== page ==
It is common practice for physicians to replace street drugs with psychiatric drugs, so the drug abuser is never freed from drugs. He is merely switched from illegal drugs to legal drugs. In our practice we work to get people entirely off drugs. Whether they have been taking alcohol, sedatives, amphetamines, cocaine, alcohol, or combinations of drugs, our program, over time, gets them off everything.
Unfortunately, many doctors make a distinction between legal prescription drugs and illegal street drugs, as if the prescription drugs were beneficial. They are not. They just serve to keep the individual in a different drugged state, and to keep him from regaining control over his own life.
I have seen countless addicts whose anxiety was treated with a benzodiazepine, whose insomnia was treated with a sedative, whose depression was treated with an antidepressant. Often, since they may have all three problems, they are given all three types of medication at the same time. If the depression continues, as it often does because their life problems are not handled, yet another drug is added.
This is a deplorable situation. For the addict, there is no way out, only another variation on the endless drug cycle. Now in the clutches of the doctors prescriptions, he is no longer breaking the law, but he cannot get better, he cannot recover. Oftentimes, because the psychiatric drug is not working, he goes back to the street drug.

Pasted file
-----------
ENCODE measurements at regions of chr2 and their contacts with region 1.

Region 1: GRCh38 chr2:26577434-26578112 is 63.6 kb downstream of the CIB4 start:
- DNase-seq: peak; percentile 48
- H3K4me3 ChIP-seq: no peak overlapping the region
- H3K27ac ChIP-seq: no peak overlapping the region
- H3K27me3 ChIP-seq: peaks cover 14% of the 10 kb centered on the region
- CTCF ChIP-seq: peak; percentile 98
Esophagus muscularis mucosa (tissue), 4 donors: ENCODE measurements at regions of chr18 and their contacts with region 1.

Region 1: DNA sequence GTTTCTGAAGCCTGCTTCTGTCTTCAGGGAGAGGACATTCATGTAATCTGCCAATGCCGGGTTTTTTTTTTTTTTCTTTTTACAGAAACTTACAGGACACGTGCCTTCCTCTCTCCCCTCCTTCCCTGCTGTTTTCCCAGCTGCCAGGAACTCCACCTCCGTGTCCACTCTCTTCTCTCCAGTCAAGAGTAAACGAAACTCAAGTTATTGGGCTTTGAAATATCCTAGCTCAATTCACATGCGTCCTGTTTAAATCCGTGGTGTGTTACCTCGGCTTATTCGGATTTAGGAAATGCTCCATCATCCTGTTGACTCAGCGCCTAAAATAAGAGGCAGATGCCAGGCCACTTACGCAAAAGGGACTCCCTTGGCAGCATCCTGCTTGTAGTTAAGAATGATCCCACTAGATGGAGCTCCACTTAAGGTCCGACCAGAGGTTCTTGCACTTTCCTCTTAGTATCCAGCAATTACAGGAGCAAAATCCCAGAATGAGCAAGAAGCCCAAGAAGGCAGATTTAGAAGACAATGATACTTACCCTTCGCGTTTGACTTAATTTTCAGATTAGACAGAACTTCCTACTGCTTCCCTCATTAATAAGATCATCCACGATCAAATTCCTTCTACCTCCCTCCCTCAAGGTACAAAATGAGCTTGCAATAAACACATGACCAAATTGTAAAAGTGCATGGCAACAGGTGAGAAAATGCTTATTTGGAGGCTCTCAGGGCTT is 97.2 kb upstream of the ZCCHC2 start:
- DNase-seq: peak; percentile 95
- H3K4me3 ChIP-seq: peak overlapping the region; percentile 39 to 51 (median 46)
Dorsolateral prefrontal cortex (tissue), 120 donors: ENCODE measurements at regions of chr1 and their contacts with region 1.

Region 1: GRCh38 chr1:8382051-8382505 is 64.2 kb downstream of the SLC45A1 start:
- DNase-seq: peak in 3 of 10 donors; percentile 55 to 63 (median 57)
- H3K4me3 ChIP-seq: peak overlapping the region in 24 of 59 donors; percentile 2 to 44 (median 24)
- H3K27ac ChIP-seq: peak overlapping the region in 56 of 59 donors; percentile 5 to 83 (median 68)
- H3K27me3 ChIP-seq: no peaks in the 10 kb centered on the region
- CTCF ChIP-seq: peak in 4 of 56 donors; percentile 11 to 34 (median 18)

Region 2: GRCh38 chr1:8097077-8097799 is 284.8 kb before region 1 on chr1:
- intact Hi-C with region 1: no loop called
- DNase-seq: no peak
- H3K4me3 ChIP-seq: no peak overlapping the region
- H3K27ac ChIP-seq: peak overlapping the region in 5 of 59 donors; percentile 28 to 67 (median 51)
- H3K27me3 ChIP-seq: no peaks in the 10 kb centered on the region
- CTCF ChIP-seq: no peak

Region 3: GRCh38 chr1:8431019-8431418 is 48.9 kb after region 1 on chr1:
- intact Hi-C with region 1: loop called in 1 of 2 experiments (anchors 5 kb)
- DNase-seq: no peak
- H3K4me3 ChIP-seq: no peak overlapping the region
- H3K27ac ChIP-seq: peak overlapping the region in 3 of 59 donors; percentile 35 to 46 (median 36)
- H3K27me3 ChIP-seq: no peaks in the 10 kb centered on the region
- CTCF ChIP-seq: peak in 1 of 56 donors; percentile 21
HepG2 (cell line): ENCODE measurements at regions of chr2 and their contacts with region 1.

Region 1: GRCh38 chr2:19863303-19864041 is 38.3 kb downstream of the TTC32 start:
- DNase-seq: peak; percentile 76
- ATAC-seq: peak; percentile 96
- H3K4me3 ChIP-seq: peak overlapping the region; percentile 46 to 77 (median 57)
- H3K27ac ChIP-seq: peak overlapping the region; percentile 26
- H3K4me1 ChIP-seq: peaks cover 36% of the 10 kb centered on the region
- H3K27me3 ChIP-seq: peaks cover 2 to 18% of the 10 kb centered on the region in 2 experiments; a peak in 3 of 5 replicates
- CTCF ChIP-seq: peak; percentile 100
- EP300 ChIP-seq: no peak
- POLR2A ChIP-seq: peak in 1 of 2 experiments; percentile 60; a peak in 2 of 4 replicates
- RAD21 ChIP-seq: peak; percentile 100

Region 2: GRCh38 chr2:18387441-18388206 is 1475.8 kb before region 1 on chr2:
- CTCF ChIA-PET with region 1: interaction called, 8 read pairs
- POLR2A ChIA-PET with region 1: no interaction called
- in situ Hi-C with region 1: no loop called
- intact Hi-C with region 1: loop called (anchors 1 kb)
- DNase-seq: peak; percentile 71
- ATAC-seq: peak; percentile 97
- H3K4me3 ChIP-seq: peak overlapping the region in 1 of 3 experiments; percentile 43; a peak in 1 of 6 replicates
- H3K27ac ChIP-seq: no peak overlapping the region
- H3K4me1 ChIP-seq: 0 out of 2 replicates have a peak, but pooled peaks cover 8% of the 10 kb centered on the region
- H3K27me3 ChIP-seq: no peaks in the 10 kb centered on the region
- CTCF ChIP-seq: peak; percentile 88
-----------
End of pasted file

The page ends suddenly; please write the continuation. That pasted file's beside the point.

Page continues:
Hundreds of thousands of narcotic addicts have been treated with methadone, a long-acting, legally prescribed narcotic that is used indefinitely. Now there is another legal narcotic called Suboxone. The manufacturer promotes it for maintenance use, meaning for the life of the patient. Its major marketing point is that if it is dissolved and taken intravenously, it will throw the user into acute narcotic withdrawal. Now we see people who take methadone, or Suboxone, or heroin, depending on what is most available. Some of them also take Ritalin for attention-deficit disorder, Ativan for anxiety, and Prozac for depression. The number of drugs grows with the number of diagnoses.
Of the 3 million people in our nations prisons, many are there for drug-related offenses, either possession or sales of drugs, or crimes committed to get money for drugs. Once in prison, they may then receive psychiatric drugs.
In societys current drug treatment culture, the addict is never to be freed from drugs, always to be dependent on them, one way or another. This is the stance of the pharmaceutical companies, of the majority of the medical profession, and the political powers-that-be. It has never worked, and it can never work.
So what works? This pre-ordained failure of a system has to be changed to one whose intent is to thoroughly erase the need for a drug effect. The addicted individual needs to regain power over his life through education, to learn what it feels like to have a clear mind, to acquire a system of ethics that requires him to handle life without drugs and without crime.
This is not a pie-in-the-sky ideal. It is a goal achieved by many, who now have families, professions, and happiness. There are drug programs that offer this. Look for them.
Allan Sosin, MD